Gregory Whitehead with Oswald Norris (left).

Display Wounds

In 1985, while still working on Dead Letters, I became fascinated by the idea of wound reading, and committed myself to the practice of vulnerology, collaborating with Phil Sims on a “wound box” that combined brief caption-texts with his dry point etchings, while also fabricating a series of “wound diddlers” that linked rubber block carvings with surgical tools in a variety of small assemblages; objects that offered a kinetic structure for sustained contemplation of wound contours.

The captions draw from medical text books, plays, cultural theory, art history, hermeneutics and other sources to provide a playful exploration of poetic overtones within the woundscape. A continuous sequence of the wound box caption texts is available here.

With the launch of New American Radio, I then elaborated the caption-texts into the continuous monologue of a “vulnerologist” (played by me, with voice slightly slowed down), using the wound diddlers as props for the vulnerologist, as he poked and carved inside the operating theater.

The related idea of a “woundscape” originates in my experience as a passenger in a near fatal car accident (involving a total of eight people, suffering a wide range of serious injuries that created a complex and multilayered woundscape) on a dark road in rural Maine, when I was sixteen. More on the accident, and it’s many dimensions within the woundscape can be found here.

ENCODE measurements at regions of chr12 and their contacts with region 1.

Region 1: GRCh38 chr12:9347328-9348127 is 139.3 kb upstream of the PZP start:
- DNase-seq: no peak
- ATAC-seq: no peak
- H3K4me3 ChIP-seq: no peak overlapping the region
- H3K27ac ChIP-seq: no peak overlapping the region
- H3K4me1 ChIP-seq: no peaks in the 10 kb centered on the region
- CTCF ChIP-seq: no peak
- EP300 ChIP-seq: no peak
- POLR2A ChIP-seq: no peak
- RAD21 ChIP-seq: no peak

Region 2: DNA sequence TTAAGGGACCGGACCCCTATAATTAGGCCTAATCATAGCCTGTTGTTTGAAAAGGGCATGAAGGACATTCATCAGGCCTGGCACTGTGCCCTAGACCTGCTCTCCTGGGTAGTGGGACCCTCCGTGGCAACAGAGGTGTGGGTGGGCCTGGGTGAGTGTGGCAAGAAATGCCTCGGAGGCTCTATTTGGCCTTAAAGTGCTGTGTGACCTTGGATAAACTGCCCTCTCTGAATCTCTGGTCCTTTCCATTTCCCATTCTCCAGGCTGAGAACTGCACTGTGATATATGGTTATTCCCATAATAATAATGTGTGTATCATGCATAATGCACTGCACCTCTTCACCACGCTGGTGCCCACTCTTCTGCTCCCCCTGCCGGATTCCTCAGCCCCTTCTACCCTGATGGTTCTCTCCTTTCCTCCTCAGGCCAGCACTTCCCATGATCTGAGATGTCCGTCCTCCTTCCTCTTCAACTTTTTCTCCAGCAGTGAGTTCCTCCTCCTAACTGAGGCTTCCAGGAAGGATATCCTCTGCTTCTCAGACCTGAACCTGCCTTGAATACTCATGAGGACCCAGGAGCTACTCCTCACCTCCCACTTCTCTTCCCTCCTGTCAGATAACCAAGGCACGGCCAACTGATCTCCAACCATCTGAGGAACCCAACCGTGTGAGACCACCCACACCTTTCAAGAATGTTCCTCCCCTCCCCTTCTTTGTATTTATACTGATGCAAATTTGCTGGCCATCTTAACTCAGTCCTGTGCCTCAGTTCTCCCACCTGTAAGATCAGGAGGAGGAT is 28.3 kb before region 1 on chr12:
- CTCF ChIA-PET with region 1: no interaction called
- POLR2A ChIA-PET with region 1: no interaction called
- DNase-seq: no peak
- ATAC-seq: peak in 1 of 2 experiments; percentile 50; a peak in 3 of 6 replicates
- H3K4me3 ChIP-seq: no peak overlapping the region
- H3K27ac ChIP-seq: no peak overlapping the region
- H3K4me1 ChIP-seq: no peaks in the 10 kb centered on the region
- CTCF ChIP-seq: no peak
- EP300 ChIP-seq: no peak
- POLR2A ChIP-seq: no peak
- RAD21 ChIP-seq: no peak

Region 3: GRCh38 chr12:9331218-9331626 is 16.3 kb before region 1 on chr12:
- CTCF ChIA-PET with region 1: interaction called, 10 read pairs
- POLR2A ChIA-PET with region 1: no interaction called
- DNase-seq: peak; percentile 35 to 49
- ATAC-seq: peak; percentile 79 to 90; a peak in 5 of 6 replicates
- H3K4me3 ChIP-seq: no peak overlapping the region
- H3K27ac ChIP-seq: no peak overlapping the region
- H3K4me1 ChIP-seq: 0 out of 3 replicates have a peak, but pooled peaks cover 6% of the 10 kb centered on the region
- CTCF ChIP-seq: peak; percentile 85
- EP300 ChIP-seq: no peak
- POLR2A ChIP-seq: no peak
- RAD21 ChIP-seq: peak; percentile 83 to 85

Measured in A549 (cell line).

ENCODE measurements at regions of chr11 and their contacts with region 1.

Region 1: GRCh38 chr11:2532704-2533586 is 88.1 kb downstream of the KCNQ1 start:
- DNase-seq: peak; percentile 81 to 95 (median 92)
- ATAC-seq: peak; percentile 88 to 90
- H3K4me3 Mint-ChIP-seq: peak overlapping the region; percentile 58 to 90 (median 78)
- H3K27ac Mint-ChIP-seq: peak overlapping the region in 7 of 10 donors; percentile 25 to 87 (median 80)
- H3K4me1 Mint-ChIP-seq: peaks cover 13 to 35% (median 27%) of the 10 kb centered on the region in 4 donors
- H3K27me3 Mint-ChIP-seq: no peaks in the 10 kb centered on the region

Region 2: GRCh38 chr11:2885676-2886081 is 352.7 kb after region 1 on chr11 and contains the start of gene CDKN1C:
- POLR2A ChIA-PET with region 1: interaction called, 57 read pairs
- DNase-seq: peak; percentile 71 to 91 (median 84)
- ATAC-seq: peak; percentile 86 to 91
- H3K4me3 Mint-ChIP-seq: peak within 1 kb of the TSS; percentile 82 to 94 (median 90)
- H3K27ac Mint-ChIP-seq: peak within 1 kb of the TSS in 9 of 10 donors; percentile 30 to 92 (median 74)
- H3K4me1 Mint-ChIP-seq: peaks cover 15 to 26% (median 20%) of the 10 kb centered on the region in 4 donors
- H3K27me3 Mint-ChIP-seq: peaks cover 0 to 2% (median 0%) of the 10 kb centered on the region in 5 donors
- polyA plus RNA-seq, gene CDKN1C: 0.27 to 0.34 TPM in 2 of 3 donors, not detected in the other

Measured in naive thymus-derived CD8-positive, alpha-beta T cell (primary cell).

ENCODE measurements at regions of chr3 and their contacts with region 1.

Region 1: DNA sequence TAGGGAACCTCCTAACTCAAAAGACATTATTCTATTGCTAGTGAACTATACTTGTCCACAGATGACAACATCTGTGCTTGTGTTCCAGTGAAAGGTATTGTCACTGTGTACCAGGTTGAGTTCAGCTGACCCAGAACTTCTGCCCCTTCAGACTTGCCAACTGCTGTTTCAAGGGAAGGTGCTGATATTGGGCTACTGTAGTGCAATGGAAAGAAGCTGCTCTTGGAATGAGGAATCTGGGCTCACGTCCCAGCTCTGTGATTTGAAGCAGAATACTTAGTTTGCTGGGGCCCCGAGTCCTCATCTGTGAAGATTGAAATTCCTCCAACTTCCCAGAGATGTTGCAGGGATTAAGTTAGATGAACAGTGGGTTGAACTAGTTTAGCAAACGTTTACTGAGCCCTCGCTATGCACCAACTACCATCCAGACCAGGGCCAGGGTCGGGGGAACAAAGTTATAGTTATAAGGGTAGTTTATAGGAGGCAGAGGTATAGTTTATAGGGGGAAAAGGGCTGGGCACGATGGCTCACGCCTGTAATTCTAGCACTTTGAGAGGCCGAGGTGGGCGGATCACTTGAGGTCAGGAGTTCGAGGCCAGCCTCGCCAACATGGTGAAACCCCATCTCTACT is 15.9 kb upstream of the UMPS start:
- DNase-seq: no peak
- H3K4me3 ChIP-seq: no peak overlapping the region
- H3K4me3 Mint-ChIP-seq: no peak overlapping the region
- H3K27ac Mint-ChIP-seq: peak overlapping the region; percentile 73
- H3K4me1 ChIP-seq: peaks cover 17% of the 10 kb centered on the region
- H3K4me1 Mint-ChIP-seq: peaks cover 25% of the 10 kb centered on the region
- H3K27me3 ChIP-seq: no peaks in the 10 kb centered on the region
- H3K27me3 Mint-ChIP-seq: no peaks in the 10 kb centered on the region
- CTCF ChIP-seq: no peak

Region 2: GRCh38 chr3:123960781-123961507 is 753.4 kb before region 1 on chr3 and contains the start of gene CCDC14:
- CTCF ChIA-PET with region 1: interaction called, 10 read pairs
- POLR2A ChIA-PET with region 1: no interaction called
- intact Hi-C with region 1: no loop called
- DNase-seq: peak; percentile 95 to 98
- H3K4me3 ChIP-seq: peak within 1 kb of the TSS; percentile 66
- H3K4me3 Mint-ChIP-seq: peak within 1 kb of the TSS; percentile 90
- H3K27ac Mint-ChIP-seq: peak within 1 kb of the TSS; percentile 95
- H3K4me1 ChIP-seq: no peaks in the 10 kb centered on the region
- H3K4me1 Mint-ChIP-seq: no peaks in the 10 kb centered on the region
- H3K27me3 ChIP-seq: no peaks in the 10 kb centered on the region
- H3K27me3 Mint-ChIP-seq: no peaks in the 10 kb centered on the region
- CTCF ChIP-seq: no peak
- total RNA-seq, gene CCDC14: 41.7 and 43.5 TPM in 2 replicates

For a complete transcription of the play, see: Display Wounds: Ruminations of a Vulnerologist, in When Pain Strikes, Theory Out of Bounds volume 14, University of Minnesota Press, 1999.

Critic and theorist Thyrza Goodeve wrote a provocative essay that further explores the notion of an articulate wound: No Wound Ever Speaks For Itself, in Artforum, January 1992.

Resurrection Ranch

An anticipatory documentary, produced in collaboration with distinguished broadcast journalist Virginia Crompton for the BBC in 2003.

In our view, the most useful documentary would be that which captures the reality before it happens; thus we constructed the Ranch inside a barn here in the Berkshires, briefed our actors on their identities and inclinations, and then set off on an unpredictable journey through the Double R, meticulously documenting the anticipated reality.

Resurrection Ranch: a luxury service business, where burned out corporate execs and political honchos check in to learn how to “get back into the saddle”. Using recycled merry-go-round horsies as safe and hygienic steeds, the Double R offers guests a sublime (yet safe) adventure into their own existential essences.

Cowboy hats off, in salute to Virginia, who took a good deal of BBC heat for our little adventure in anticipation. Without her courage and good humor, the Double R would surely never have floated through the airwaves.



Virginia Crompton as herself; Gregory Whitehead as Jerry Truesdale; Karen Lee as Kat Slade; Jon Swan, Dan Klein and Thom Whaley as RR guests.